The **bulk modulus** of a substance is a measure of how resistant to compression that substance is. It is defined as the ratio of the infinitesimal pressure increase to the resulting *relative* decrease of the volume. Other moduli describe the material's response (strain) to other kinds of stress: the shear modulus describes the response to shear, and Young's modulus describes the response to linear stress. For a fluid, only the bulk modulus is meaningful. For a complex anisotropic solid such as wood or paper, these three moduli do not contain enough information to describe its behaviour, and one must use the full generalized Hooke's law.

In seismology, **S-waves**, **secondary waves**, or **shear waves** are a type of elastic wave and are one of the two main types of elastic body waves, so named because they move through the body of an object, unlike surface waves.

In physics, a **perfect fluid** is a fluid that can be completely characterized by its rest frame mass density and *isotropic* pressure *p*.

The **Sauerbrey equation** was developed by the German Günter Sauerbrey in 1959, while working on his doctoral thesis at the Technical University of Berlin, Germany. It is a method for correlating changes in the oscillation frequency of a piezoelectric crystal with the mass deposited on it. He simultaneously developed a method for measuring the characteristic frequency and its changes by using the crystal as the frequency determining component of an oscillator circuit. His method continues to be used as the primary tool in quartz crystal microbalance (QCM) experiments for conversion of frequency to mass and is valid in nearly all applications.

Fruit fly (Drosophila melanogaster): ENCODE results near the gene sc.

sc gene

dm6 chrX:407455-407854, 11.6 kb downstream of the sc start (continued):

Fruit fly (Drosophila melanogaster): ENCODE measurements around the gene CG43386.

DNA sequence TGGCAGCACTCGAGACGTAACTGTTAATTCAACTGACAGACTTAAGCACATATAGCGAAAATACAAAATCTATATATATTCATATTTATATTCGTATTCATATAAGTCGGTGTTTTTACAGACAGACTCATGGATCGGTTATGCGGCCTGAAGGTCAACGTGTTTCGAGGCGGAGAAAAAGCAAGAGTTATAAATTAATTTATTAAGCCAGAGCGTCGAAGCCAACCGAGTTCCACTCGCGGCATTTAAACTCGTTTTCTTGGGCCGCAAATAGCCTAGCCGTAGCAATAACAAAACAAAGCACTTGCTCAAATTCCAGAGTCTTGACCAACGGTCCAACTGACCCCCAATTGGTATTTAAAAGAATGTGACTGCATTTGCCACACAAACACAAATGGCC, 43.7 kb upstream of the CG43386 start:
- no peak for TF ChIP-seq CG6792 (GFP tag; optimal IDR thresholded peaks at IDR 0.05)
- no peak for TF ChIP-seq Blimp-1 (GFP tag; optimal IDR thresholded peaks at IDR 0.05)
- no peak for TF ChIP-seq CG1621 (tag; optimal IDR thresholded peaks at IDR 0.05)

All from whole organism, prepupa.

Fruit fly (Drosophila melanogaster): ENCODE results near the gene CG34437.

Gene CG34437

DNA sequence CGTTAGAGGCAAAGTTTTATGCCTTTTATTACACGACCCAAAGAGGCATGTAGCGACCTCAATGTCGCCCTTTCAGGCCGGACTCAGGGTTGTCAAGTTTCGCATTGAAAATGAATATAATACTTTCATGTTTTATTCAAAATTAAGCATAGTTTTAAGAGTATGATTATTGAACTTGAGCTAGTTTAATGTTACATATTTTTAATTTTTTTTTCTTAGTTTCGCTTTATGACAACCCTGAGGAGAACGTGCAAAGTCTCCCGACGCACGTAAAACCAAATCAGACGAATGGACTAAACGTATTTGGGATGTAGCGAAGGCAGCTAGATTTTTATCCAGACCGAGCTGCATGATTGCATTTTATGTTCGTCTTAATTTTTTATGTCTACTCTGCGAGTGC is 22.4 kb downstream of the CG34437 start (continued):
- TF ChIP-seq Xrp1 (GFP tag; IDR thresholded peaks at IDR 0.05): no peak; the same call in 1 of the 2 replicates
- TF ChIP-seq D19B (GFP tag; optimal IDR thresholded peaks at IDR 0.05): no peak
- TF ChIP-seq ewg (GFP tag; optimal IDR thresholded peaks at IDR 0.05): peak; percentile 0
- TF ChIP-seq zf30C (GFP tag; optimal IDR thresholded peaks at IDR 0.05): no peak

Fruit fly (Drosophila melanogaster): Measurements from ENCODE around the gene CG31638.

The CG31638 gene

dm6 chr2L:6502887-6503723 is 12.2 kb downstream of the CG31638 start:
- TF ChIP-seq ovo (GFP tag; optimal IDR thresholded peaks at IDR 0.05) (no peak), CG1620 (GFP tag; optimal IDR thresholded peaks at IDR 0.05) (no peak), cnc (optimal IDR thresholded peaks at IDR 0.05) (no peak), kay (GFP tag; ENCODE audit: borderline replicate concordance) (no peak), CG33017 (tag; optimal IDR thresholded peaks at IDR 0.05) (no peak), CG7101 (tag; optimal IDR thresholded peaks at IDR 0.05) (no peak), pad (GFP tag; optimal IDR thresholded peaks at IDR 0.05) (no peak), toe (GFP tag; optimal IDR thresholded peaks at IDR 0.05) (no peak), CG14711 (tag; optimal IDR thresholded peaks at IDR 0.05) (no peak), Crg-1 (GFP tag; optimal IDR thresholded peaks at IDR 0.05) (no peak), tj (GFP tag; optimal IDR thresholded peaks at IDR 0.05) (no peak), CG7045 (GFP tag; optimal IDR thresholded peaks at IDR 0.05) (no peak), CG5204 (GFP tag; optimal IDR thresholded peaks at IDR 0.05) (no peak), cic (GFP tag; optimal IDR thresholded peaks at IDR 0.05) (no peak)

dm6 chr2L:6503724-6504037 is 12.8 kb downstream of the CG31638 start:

**Nonlinear acoustics** (NLA) is a branch of physics and acoustics dealing with sound waves of sufficiently large amplitudes. Large amplitudes require using full systems of governing equations of fluid dynamics and elasticity. These equations are generally nonlinear, and their traditional linearization is no longer possible. The solutions of these equations show that, due to the effects of nonlinearity, sound waves are being distorted as they travel.

In astrophysics, the **Tolman–Oppenheimer–Volkoff (TOV) equation** constrains the structure of a spherically symmetric body of isotropic material which is in static gravitational equilibrium, as modelled by general relativity. The equation is

The intent of this article is to highlight the important points of the **derivation of the Navier–Stokes equations** as well as its application and formulation for different families of fluids.

**Volume viscosity** is a material property relevant for characterizing fluid flow. Common symbols are or . It has dimensions, and the corresponding SI unit is the pascal-second (Pa·s).

**Viscoplasticity** is a theory in continuum mechanics that describes the rate-dependent inelastic behavior of solids. Rate-dependence in this context means that the deformation of the material depends on the rate at which loads are applied. The inelastic behavior that is the subject of viscoplasticity is plastic deformation which means that the material undergoes unrecoverable deformations when a load level is reached. Rate-dependent plasticity is important for transient plasticity calculations. The main difference between rate-independent plastic and viscoplastic material models is that the latter exhibit not only permanent deformations after the application of loads but continue to undergo a creep flow as a function of time under the influence of the applied load.